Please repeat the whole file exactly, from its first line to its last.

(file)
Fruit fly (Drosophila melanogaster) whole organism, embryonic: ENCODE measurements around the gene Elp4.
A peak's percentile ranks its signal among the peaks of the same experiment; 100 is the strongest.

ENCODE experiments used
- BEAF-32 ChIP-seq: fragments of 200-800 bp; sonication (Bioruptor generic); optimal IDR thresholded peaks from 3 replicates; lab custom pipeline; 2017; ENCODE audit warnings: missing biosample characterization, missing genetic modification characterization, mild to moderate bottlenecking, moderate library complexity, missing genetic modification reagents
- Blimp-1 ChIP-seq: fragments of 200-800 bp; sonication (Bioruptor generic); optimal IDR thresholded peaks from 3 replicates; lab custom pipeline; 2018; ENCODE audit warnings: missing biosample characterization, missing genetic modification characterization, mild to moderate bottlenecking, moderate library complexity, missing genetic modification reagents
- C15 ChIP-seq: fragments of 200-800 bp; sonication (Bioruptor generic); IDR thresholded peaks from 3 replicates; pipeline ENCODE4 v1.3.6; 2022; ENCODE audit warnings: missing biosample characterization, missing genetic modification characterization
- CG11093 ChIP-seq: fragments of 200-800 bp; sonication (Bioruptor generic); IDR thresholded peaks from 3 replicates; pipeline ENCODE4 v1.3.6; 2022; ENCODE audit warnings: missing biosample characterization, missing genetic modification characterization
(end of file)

Fruit fly (Drosophila melanogaster) whole organism, embryonic: ENCODE measurements around the gene Elp4.
A peak's percentile ranks its signal among the peaks of the same experiment; 100 is the strongest.

ENCODE experiments used
- BEAF-32 ChIP-seq: fragments of 200-800 bp; sonication (Bioruptor generic); optimal IDR thresholded peaks from 3 replicates; lab custom pipeline; 2017; ENCODE audit warnings: missing biosample characterization, missing genetic modification characterization, mild to moderate bottlenecking, moderate library complexity, missing genetic modification reagents
- Blimp-1 ChIP-seq: fragments of 200-800 bp; sonication (Bioruptor generic); optimal IDR thresholded peaks from 3 replicates; lab custom pipeline; 2018; ENCODE audit warnings: missing biosample characterization, missing genetic modification characterization, mild to moderate bottlenecking, moderate library complexity, missing genetic modification reagents
- C15 ChIP-seq: fragments of 200-800 bp; sonication (Bioruptor generic); IDR thresholded peaks from 3 replicates; pipeline ENCODE4 v1.3.6; 2022; ENCODE audit warnings: missing biosample characterization, missing genetic modification characterization
- CG11093 ChIP-seq: fragments of 200-800 bp; sonication (Bioruptor generic); IDR thresholded peaks from 3 replicates; pipeline ENCODE4 v1.3.6; 2022; ENCODE audit warnings: missing biosample characterization, missing genetic modification characterization